Musheer Kamau

Regional operations advisor, Caribbean Country Department, IDB, Musheer Kamau.

Have you been wondering what your future will look like? What your life will be in the next 20 years? With the fear, anxiety and uncertainties that the Covid-19 pandemic has brought with it, planning ahead has indeed become a difficult if not almost impossible task.

Add to that the many limitations that are imposed on small and developing nations in the Caribbean, it becomes even more difficult being a dreamer, big thinker or having elusive goals at this point in time.

However, that’s exactly the intended audience for the Inter-American Development Bank’s (IDB) new book Pivot, The Future Makers, a graphic novel about a Caribbean family living in the year 2040.

This unique concept focuses on re-imagining tourism, electric vehicles and digital transformation.

It was illustrated by five local artists and tells nine fictional stories meant to inspire, and convey the limitless potential, possibilities and oneness of Caribbean people.

The book was launched on April 9.

The five illustrators are Rajendra Ramkallawan, Everald McBain, Shaun Riaz, Mariyah Rahman and Kenneth Scott.

Ramkallawan also did the cover art for the book.

The nine moonshot scenarios that imagine future real-life interactions represent infinite variations of the potential future but the personas and themes developed are representative of the most impactful challenges and opportunities the Caribbean will face.

It was created on the heels of the Pivot Movement, a movement by the IDB launched last year to harness the most innovate ideas for Caribbean development and create a plan for the future of the region.

Pivot is the product of a partnership among The Inter-American Development Bank (IDB); The Caribbean Climate Smart Accelerator (CCSA); Singularity University (SU) and The Destination Experience (DE).

Out of the 60-plus future makers cohort contributing to these three categories, Trinidad and Tobago nationals contributed in all three categories and are credited in the book.

Speaking with the Kitcharee recently, regional operations advisor, Caribbean Country Department, IDB, Musheer Kamau said: “We at the IDB group wanted to find a way to listen to what are the next ideas the people that we serve were interested in.

“The book is a collection of ideas that we got from bringing together people from across the Caribbean. We had artistes, entrepreneurs, leaders of business, policymakers, civil society, a lot of people from the private sector, etc. What we did for a series of weeks leading up to the creation of what this book is, we were challenging people in the region to think about moonshots that we can take that would significantly transform our outcomes for the Caribbean.

“And when we brought people into the space over a three week period to workshop, the big ideas that they came up with, they were thinking about how do we reimagine tourism? Which is a very important sector for the Caribbean. How can we take advantage of electric vehicles in order to augment certain outcomes? And then what would the digital transformation for the Caribbean mean. And that’s what we essentially got when we asked people to think without boundaries, think without filters,” he added.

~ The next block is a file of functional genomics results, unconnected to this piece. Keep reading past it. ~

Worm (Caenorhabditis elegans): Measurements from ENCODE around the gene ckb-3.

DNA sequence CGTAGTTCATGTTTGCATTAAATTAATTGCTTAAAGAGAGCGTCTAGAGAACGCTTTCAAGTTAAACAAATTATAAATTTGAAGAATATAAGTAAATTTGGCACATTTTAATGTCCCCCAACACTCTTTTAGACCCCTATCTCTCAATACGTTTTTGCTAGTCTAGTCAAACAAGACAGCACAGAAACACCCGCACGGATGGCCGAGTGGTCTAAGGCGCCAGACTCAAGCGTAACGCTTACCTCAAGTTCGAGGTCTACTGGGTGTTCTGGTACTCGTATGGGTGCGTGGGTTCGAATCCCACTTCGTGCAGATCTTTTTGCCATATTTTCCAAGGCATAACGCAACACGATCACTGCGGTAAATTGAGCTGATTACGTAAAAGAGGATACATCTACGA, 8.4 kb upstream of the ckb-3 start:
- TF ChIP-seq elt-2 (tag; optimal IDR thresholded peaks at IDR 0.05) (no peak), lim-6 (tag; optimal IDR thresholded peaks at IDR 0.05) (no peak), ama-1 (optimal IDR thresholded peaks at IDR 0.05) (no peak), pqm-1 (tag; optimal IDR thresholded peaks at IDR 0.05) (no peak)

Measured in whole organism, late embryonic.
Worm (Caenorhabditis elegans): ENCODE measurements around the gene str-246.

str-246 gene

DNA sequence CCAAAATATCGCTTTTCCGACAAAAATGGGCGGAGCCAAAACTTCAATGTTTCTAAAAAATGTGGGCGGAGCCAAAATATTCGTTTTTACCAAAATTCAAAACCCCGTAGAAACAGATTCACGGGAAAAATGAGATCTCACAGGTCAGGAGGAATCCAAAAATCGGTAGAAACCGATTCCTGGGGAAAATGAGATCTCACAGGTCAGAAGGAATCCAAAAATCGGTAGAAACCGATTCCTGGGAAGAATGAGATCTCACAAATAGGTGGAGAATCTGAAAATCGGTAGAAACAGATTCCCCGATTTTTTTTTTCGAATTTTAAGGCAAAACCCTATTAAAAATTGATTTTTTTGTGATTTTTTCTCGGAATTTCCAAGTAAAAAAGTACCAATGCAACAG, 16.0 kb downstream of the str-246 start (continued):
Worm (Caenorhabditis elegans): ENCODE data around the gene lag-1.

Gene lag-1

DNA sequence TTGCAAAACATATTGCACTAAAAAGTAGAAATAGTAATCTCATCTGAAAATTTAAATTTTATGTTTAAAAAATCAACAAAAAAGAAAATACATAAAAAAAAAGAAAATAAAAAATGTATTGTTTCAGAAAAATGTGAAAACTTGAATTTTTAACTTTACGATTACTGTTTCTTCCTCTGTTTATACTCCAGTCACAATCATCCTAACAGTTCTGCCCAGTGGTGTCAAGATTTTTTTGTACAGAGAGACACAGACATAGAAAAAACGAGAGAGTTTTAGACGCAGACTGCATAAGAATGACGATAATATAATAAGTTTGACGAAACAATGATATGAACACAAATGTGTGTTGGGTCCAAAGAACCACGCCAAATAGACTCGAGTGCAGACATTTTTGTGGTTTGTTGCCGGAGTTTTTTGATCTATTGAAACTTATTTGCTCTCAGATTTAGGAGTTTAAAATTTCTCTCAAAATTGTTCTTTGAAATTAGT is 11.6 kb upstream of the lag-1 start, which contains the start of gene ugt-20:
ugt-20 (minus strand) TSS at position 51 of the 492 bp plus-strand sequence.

Transporting readers into the year 2040 with its coloruful and vivid imagery, the stories told in Pivot, The Future Makers will remind you that you don’t have to look very far to be inspired about the next innovation.

Instead, the Caribbean could become a hub for some of the best world-changing advances.

The IDB said the aim was to take a break from focusing on the now and instead have conversations about what lies ahead.

Accompanying the book, Pivot’s theme song, “Shine” was also created by local group, Freetown Collective.

The song and music video celebrate the passion, creativity and potential of Caribbean people as is demonstrated in the book.

Freetown Collective’s lead singer, Muhammed Muwakil said: “Shine is a dedication to turning the tragedy of our histories into moments and legacies of beauty, time and time again. The Pivot movement is a recognition of our ability, as Caribbean people, to do that.”

If you have a big idea, even if you think it sounds ridiculous or impossible right now, the IDB is encouraging you to share it with them.

As one of the local contributors to the concept of re-imagining tourism, founder of the Roam Caribbean Travel App, Ariel Du Quesnay said it’s an “opportunity to get these ideas out of our heads and into reality”.

Additionally, the IDB said it is committed to helping Caribbean people find partners that could bring those potentials to life.

Kamau added: “It’s about giving people space to realise they can jump to the full expanse of their potential.

“I would love for this book to be everywhere. I wish we can have copies for every single Primary school student, Secondary school student, university student, policymaker.”

The book can be downloaded for free on IDB’s website.

Caribbean Pivot is also on social media.

About the Inter-American Bank (IDB)

The Inter-American Development Bank is devoted to improving lives. Established in 1959, the IDB is a leading source of long-term financing for economic, social and institutional development in Latin America and the Caribbean. The IDB also conducts cutting-edge research and provides policy advice, technical assistance and training to public and private sector clients throughout the region.

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